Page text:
A Sitka black-tailed buck in November

A Sitka black-tailed buck in November


A Sitka black-tail buck rub on a cedar tree in Southeast Alaska


fall & winter

As summer turns to fall, deer continue to forage hard to put on fat for the winter. For the does, putting on fat during this time period is critical to be able to gestate fawns, preferably fawns with high birthweights that are more likely to survive. For bucks, early fall is when they pack on the thick layer of fat that will get them through the breeding season (rut), when they expend huge amounts of energy moving across the landscape to check on does’ reproductive status, marking their territory, and fighting rival males for dominance and access to breeding opportunities.

Male deer behavior during the rut is not well documented for Sitka black-tails, but some data does exist from camera traps, and we can also infer a lot from Columbia black-tailed deer and other mule deer.

Some of the prime territorial marking rituals that Sitka black-tails use are antler-rubbing on trees and shrubs (often called a “buck rub”), usually accompanied by scent marking (rubbing glands near their eyes, and elsewhere, on trees and shrubs in the vicinity), and urination (which also includes urinating on their own tarsal glands, along the inside of their hind legs, to enhance their scent).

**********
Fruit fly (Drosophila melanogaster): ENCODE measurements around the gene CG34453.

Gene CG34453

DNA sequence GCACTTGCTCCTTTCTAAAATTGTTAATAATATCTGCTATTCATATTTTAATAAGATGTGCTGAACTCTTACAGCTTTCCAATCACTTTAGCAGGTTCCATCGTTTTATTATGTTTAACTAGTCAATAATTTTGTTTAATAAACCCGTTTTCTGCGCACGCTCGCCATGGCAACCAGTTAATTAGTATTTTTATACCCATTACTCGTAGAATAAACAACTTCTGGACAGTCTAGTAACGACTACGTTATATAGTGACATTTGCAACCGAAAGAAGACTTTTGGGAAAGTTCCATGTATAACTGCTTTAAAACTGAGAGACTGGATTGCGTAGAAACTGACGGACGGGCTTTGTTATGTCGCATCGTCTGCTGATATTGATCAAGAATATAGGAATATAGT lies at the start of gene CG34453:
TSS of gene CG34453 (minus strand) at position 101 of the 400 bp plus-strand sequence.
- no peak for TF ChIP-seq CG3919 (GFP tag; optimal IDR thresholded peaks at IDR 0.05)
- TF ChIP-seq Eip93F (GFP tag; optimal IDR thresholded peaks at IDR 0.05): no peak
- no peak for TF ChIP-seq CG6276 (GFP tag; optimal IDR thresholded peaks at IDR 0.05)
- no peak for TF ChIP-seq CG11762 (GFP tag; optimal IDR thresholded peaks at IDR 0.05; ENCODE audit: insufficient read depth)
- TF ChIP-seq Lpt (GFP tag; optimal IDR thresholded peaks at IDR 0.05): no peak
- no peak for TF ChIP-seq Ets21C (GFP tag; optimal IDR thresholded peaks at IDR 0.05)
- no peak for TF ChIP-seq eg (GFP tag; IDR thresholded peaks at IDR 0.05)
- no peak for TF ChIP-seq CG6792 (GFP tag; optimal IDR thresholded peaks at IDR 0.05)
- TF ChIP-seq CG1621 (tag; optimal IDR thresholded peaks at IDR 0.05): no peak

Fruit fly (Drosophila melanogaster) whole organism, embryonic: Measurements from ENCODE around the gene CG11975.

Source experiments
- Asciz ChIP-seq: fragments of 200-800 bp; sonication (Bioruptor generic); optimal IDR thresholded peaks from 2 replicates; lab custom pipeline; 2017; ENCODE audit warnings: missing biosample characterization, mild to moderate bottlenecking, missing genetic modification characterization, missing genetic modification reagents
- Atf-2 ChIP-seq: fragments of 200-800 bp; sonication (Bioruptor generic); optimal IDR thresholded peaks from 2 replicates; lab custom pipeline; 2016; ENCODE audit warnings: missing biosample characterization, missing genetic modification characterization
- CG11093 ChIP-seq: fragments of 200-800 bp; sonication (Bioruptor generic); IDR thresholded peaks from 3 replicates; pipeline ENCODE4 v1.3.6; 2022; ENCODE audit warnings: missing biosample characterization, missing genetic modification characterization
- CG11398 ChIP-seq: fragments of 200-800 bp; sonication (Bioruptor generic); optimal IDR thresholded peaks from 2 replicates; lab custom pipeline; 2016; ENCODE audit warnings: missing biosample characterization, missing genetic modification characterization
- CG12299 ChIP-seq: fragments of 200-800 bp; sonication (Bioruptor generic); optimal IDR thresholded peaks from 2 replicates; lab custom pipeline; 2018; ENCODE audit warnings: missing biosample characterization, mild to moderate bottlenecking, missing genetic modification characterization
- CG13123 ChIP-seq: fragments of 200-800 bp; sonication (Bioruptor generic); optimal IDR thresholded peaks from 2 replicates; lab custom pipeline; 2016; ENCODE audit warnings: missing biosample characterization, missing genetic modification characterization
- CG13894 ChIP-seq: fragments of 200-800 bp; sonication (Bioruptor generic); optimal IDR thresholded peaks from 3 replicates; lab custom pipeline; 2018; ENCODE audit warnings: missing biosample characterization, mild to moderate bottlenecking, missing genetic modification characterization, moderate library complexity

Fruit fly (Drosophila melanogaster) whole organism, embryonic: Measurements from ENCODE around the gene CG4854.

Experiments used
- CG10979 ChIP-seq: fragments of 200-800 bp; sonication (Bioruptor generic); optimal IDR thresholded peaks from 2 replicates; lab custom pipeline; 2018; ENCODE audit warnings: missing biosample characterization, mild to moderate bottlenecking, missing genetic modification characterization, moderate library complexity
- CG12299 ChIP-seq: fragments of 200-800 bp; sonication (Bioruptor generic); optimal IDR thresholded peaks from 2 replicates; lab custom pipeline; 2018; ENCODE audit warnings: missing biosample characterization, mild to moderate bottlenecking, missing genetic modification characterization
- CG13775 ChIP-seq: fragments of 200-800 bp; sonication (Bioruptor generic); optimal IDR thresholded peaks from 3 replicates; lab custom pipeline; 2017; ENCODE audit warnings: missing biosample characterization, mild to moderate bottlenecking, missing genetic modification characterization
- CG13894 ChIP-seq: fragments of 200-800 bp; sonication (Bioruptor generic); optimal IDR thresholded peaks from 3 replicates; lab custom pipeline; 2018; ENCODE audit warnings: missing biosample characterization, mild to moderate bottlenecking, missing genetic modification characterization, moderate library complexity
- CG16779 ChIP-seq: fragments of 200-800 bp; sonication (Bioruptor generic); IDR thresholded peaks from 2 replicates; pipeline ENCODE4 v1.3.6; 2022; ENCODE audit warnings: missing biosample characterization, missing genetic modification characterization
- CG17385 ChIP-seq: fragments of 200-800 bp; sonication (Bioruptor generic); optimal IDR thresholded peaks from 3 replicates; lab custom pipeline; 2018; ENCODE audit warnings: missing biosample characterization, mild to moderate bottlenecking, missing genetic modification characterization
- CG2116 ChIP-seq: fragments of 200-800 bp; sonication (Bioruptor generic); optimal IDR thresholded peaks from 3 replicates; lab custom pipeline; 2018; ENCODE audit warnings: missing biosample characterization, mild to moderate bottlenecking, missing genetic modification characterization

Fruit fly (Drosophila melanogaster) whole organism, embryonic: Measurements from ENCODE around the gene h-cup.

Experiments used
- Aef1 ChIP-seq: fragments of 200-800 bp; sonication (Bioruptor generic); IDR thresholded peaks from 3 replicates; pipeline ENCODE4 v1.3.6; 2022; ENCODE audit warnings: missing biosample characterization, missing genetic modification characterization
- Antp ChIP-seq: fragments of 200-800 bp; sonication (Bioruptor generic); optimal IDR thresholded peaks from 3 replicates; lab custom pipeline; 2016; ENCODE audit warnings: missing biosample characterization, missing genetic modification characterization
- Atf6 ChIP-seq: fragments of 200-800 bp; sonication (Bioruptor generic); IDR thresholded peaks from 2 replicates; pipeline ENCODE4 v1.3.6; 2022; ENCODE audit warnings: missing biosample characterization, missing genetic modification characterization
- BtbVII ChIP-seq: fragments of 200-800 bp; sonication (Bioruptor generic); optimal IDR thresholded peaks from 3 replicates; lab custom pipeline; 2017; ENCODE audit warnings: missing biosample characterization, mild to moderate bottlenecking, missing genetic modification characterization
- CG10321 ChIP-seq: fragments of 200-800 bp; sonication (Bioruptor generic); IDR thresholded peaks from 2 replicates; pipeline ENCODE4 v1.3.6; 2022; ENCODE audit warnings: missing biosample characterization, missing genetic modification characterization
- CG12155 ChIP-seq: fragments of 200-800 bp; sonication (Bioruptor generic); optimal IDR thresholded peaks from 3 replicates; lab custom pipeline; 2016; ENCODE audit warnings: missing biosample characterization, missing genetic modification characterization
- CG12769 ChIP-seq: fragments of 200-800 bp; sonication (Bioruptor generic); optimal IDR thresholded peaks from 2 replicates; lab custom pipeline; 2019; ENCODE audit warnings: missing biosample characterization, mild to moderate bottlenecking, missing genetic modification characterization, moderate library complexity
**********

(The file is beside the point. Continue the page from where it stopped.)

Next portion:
If they end up in a face-off with a rival male, there are a number of things that will likely happen before a fight gets started. Each buck will seek to make himself appear as large and formidable as possible to his rival. This includes making his fur stand up to appear bigger, presenting his side rather than his front to show off his body size, and also making some pretty incredible sounds, which we call the “grunt wheeze” or “snort wheeze.” Here’s a great youtube video of two columbian black-tailed bucks making those sounds:

As the rut ends, deer switch to conserving energy through the winter by avoiding deep snow and finding sufficient food to sustain them through spring. They also rely on reserves of fat that they built during summer and fall. High-quality winter habitat, allowing deer to avoid deep snow, access shrubs and evergreen forbs to eat, and move through the landscape to other high-quality patches, is key for deer survival and healthy deer herds.